A shortage of medical specialists, such as obstetricians and anaesthetists, compounds the problem of high maternal mortality.
Service helps reduce risk at birth
Bhutanese consider children a blessing, but the beginning of life and the survival of the mother at birth have never been easy.
"The mother's life has always been at risk during the delivery of the baby, especially for my mother's generation," said an anxious young man waiting for the delivery of his first-born at the National Referral Hospital in the capital Thimphu.
The feeling is understandable in a country where maternal mortality rate (MMR) is high. Although improvement in the primary health care system has reduced the MMR from 770 per 100,000 live births in 1984 to 255 in 2000, the figure is still (one of the highest in South and East Asia) very high.
The difficult terrain, low literacy and lack of emergency obstetric care for people living in remote areas have all added to the high MMR.
Many maternal deaths result from complications. A study of 31 health centres in 2000 revealed that the most common complication was obstructed/prolonged labour (13.9 per cent), followed by infection and fits (eclampsia) (13.1 per cent), haemorrhage (13 per cent), and natural causes of abortion (5.4 per cent). Other complications included urinary tract Infection, anaemia and abnormal presentation.
It was previously thought that, if women took care of themselves before and during pregnancy, they would be able to detect any possible obstetrical complications.
"If such complications could be predicted, they could then seek health care and potentially prevent complications during pregnancy, " said Dr. Dechen, a gynaecologist at the Thimphu Hospital. "But this is not the case."
"Most obstetric complications cannot be predicted or prevented. But they can be successfully treated." Hence the idea for emergency obstetric care services.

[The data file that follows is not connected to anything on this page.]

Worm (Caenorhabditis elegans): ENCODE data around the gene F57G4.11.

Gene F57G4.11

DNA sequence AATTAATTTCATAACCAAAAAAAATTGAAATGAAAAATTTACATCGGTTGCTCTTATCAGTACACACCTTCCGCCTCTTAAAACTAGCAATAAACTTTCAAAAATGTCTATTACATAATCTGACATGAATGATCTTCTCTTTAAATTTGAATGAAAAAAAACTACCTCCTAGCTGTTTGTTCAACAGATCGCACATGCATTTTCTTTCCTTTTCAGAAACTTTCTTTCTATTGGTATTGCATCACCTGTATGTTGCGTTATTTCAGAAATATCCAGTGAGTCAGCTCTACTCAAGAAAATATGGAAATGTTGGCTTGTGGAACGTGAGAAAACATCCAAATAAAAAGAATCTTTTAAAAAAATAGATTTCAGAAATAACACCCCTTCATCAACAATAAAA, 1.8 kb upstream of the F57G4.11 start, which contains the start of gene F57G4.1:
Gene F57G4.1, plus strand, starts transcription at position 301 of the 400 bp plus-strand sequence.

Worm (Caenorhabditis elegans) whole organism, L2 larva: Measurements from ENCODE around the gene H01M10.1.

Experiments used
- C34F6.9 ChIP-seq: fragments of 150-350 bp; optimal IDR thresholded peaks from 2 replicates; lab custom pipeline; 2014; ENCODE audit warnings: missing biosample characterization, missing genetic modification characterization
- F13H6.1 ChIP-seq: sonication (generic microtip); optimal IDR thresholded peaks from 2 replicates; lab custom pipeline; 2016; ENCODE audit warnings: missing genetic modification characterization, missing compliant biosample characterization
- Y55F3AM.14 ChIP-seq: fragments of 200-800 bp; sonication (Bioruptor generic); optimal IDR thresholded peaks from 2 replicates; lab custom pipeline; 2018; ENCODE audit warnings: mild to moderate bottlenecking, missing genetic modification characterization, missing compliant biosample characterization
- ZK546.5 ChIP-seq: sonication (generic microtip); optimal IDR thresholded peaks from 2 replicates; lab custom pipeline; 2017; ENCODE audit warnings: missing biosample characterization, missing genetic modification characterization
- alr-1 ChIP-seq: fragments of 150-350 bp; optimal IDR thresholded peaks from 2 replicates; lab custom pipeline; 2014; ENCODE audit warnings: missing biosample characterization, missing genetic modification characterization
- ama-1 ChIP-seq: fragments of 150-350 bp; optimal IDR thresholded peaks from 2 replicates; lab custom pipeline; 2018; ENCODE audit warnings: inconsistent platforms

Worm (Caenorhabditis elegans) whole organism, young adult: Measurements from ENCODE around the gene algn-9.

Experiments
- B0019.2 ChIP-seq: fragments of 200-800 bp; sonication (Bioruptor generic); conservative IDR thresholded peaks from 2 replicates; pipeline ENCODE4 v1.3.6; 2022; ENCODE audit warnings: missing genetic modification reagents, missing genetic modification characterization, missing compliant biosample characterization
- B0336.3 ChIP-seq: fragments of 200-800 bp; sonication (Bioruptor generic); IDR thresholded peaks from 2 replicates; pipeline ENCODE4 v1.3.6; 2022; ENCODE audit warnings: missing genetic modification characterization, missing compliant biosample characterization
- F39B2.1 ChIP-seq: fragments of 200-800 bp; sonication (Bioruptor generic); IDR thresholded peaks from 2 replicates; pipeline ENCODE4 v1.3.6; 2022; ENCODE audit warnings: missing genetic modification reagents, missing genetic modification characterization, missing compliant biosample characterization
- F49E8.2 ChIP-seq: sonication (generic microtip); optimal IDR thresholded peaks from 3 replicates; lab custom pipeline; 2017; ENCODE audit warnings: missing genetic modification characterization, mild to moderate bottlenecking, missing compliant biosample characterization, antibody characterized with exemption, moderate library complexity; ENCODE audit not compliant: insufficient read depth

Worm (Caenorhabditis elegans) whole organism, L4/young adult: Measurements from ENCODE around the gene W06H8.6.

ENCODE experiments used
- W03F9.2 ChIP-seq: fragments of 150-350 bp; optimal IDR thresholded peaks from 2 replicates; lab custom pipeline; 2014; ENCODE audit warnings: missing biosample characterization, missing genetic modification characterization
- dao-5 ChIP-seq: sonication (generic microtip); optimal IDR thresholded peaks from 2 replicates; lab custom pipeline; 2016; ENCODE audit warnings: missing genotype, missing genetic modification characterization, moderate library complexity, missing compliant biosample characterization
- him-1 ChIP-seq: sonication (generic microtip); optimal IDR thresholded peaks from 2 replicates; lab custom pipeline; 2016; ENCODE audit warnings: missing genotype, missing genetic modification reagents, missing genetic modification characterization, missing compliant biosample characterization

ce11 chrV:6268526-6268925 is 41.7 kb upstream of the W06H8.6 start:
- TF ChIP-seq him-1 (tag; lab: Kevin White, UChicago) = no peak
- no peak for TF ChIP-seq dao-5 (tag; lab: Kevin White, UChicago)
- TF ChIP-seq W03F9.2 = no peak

A project has been started to ensure that women experiencing obstetric complications receive timely and appropriate emergency care. The "Women's Right to Life and Health Project" -- initiated by UNICEF and Columbia University -- works towards establishing and strengthening emergency obstetric care (EMOC) services in district hospitals.
EMOC services is planned to be set up in 14 centres throughout the country. Four of them will provide comprehensive services, including more sophisticated procedures such as Caesarian operations, while the others will have basic equipment and services.
Basic emergency obstetric care services are planned to cater to a population of 60,000 within two to three hours walk from the villages. Each comprehensive EMOC centre plans to support four to five districts, all within three to five hours driving distance.
Providing EMOC services is just one aspect of the project which also tries to make such facilities are "women friendly". The project will also develop human resources and promotes decentralized management.
Just as important is the need to make sure community leaders and the communities themselves understand the need for emergency care and to recognize the signs of women at risk for complications.
This would ensure that women at risk are rushed to the nearest EMOC centre for emergency care and treatment.
< Previous | Continue >